Highland Chieftain (Murray Family #21) by Hannah Howell
Release Date: September 27, 2016
Synopsis: The Murrays are back in this thrilling new tale from New York Times bestselling author Hannah Howell . . .
Responsible for protecting her younger siblings from their abusive father, Bethoc Matheson is in no position to rescue another soul in Scotland. Yet when she sees a bleeding man on the verge of drowning, that’s exactly what she does, securing him safely in a cave where she can return day after day to tend to his wounds.
Sir Callum MacMillan can scarcely believe such a slight lass as Bethoc could save him from the grasp of death. But he knows the telltale marks of an angry fist on her skin, and he knows she has the soul of a fighter within her feminine frame. Raised to be a protector of the weak by his Murray clansman, Callum would prefer to be the one saving her—and save her, he will. If he can first survive the treacherous attack that led him into her irresistible arms . . .
Review: I got this one from NetGalley and it has been more than 10 years since I have read a Hannah Howell romance. This story progressed a bit slowly for my liking. The plot concept was good and had potential, but I think the characters were not strong enough to move the plot along nicely and quickly. There were incongruities in the development of the relationship. If she came from such an abusive history, how could she trust him within a couple of days? It went from them slowly getting to know each other to kissing passionately from one page to the next, and it just came off feeling hollow. When they came together there wasn’t any consideration for her on his part, “I’m going to take ye now, lass” and then, wam-bam-thank-you-ma’am. And she comes across as super naive, like 15 years of age naive though she is 21, she was just not well developed. There wasn’t enough development between the two. She came across as weak at times. He was more interesting as a character but with his horrible past, I expected a harder edge to him and a harder time in trusting or opening up to her in the beginning of their relationship. He had moments of potential but then his character would fall flat in other scenes. For example, he didn’t come across as intimidating at all when he showed up at the jail in his lordly clothing. He then just turned around and left her there. He could have been so much more intimidating and interesting in that scene.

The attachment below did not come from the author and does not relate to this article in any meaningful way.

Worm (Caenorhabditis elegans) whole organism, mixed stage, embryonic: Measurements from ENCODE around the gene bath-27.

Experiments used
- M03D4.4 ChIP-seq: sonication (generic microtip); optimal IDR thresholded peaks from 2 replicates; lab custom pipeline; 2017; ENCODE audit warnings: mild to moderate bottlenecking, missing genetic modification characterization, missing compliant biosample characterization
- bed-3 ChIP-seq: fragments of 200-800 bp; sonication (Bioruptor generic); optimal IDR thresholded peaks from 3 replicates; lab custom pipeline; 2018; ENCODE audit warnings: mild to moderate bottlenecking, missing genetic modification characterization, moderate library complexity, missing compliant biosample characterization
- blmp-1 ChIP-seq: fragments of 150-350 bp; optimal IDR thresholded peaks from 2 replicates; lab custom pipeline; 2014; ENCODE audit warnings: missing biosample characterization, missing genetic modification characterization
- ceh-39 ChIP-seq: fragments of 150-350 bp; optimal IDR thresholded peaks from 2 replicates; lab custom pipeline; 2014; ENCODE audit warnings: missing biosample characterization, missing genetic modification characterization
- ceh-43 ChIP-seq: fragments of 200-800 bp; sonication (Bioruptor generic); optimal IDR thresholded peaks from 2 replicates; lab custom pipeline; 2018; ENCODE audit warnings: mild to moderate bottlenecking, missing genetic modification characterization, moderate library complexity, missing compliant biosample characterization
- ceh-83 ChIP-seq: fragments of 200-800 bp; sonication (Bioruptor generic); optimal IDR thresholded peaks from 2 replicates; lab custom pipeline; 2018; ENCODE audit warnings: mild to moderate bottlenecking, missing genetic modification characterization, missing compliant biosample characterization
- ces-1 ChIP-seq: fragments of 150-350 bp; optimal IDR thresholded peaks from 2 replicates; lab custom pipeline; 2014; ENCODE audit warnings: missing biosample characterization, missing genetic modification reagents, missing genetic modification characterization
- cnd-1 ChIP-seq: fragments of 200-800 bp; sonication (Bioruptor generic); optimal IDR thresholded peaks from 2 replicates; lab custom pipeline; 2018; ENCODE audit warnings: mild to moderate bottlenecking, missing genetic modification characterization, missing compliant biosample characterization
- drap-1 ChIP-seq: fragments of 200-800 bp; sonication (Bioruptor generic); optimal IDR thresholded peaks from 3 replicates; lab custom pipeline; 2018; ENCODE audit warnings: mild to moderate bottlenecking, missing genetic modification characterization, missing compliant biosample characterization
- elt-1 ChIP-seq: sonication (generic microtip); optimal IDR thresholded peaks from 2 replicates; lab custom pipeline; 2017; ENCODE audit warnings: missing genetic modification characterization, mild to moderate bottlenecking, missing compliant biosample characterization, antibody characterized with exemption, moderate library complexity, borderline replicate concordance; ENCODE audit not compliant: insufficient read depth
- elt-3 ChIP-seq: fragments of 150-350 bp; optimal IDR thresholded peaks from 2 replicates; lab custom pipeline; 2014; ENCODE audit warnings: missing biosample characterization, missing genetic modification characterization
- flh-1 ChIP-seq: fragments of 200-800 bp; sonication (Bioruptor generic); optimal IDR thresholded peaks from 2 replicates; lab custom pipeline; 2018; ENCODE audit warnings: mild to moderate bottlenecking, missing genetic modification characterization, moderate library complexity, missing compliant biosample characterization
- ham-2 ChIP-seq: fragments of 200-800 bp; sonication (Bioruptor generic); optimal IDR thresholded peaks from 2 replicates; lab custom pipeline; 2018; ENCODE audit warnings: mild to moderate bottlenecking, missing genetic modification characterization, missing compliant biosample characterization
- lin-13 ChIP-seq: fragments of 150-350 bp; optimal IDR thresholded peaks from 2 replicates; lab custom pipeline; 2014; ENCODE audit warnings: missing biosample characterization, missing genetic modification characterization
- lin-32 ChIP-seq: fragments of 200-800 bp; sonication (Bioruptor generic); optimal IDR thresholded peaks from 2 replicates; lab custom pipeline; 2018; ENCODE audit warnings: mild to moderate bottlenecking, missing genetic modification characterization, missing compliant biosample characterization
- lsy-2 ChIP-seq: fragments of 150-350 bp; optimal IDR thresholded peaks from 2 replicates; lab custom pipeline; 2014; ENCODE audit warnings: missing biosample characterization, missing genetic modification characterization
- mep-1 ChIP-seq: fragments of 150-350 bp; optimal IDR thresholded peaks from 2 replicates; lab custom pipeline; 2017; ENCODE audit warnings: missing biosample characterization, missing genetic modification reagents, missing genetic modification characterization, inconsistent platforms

Other than the characters, the villain was a bit flat at times. There was no one central conflict or bad guy but rather smaller conflicts that sometimes didn’t seem to move the story along well enough. Overall this one left me thinking about what I was going to read next and when I might be finished with this one. Coming from reading a Paula Quinn Scottish romance, A Highlander’s Christmas Kiss, this one just fell flat. The story was slow and the dialogue at times weakly constructed. I was disappointed. This didn’t stack up to a Paula Quinn, Monica McCarty, or Donna Grant romance.